U.S. warns of Russia's potential global ‘tyranny’
STORY: Greeted with a flurry of national flags and tears, Ukrainians arrived in the newly-liberated city of Kherson by train Saturday - the first time in more than eight months.
For some, the journey marked a long-overdue return home after Ukrainian forces liberated the city from Russian occupation just over a week ago.
The big welcome came even as the city remains largely without electricity or running water.
After a series of battlefield defeats, Russia is aiming punishing missile strikes at Ukraine's energy infrastructure that could leave millions of civilians exposed to the winter cold.
Pentagon officials said Moscow hopes to exhaust Ukraine's missile defenses, and buy time to reset its forces.
AUSTIN: "These are atrocities."
At a security forum in Canada Saturday, U.S. Defense Secretary Lloyd Austin said Russia's invasion of Ukraine has offered a preview of "a possible world of tyranny and turmoil.”
"Putin's fellow autocrats are watching. And they could well conclude that getting nuclear weapons would give them a hunting license of their own. And that could drive a dangerous spiral of nuclear proliferation."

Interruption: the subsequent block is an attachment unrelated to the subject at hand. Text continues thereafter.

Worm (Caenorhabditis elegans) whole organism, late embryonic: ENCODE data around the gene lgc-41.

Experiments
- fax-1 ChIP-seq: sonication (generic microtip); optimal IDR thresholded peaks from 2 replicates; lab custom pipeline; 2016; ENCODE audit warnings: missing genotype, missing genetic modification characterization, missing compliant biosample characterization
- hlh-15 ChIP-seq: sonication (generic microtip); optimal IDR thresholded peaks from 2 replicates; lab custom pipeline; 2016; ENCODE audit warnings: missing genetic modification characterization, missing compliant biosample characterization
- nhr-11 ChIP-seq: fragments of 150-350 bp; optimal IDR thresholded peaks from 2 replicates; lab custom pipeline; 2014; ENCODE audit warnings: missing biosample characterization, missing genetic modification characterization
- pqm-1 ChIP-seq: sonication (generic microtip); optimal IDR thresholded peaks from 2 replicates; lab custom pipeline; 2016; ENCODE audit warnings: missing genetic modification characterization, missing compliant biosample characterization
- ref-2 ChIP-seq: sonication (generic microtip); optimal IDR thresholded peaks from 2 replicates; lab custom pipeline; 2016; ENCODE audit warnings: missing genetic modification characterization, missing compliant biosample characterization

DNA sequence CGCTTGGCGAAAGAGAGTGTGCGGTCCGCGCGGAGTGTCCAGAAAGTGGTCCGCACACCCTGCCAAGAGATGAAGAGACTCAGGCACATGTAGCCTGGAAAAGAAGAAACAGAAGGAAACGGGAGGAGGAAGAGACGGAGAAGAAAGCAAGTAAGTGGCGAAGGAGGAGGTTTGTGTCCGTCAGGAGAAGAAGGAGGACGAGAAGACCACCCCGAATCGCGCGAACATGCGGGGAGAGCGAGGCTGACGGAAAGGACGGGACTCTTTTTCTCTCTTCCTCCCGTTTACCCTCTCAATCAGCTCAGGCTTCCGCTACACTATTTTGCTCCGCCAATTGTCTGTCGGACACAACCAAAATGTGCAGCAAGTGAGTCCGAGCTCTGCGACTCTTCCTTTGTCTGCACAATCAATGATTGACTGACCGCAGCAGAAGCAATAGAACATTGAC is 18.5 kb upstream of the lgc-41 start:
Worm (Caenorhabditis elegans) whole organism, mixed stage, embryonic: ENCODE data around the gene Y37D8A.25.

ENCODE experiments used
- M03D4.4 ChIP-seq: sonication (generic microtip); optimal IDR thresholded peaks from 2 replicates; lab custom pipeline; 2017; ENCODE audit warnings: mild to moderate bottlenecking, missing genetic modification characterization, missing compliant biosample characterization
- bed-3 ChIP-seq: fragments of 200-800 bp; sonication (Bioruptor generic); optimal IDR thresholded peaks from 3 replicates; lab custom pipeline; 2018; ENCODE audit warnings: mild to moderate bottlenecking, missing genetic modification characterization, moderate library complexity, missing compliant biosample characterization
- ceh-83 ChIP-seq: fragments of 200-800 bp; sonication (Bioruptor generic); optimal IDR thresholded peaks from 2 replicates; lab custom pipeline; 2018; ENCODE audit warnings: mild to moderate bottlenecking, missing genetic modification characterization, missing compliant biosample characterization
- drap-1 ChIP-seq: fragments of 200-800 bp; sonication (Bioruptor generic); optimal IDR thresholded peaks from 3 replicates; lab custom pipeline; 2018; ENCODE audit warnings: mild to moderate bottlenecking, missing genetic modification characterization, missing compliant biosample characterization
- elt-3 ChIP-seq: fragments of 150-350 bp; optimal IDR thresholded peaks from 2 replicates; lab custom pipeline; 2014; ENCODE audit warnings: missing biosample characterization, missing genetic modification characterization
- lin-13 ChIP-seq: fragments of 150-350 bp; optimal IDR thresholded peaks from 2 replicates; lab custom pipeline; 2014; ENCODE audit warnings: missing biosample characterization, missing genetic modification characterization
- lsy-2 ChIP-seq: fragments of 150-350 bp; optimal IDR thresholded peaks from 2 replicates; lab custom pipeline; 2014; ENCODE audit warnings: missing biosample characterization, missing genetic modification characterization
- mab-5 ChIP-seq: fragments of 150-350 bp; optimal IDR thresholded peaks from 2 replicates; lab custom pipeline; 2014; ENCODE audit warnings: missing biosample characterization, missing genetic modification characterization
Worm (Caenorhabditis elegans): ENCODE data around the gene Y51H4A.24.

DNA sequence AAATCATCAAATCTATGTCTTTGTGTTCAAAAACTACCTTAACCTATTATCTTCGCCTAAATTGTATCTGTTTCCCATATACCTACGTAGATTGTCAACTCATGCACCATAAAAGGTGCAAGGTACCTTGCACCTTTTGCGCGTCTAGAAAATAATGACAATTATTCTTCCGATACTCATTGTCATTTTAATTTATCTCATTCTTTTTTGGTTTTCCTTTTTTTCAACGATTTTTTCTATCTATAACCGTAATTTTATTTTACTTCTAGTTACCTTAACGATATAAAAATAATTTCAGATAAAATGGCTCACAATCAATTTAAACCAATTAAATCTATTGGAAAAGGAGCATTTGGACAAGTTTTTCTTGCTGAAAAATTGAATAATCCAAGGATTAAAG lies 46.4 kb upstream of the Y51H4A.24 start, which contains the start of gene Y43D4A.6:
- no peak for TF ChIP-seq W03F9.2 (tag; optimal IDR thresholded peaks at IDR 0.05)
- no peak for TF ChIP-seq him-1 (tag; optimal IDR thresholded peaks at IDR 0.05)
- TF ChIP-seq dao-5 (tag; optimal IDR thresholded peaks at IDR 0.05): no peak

Austin's remarks were some of his strongest to date on the importance to the international community of helping Kyiv prevail after nearly nine months of war, and they were delivered at what may be an inflection point in the conflict.
Austin said Russia was breaking the laws of war.
"We've seen schools attacked. Children killed. Hospitals bombed. Centers of Ukrainian history and culture reduced to rubble."
Moscow denies that its armed forces deliberately target civilians or civilian infrastructure.
The United States and its allies have helped provide arms, intelligence and training to Ukrainian forces, while stopping short of directly intervening in a war against nuclear-armed Russia.
Also on Saturday, Britain's new Prime Minister Rishi Sunak made his first visit to Kyiv, pledging continued support and providing a new air defense package to help shoot down Russian drones.
"And we are stepping up our support to help you through the cold hard winter ahead. This includes winter kit for your troops, help for your amazing first responders and another 16 million pounds of humanitarian assistance for food and shelter.”
The need for aid was apparent in Kherson's main square on Friday, as hundreds of residents clambered for packages of food and second-hand clothing, bracing for the cold winter ahead.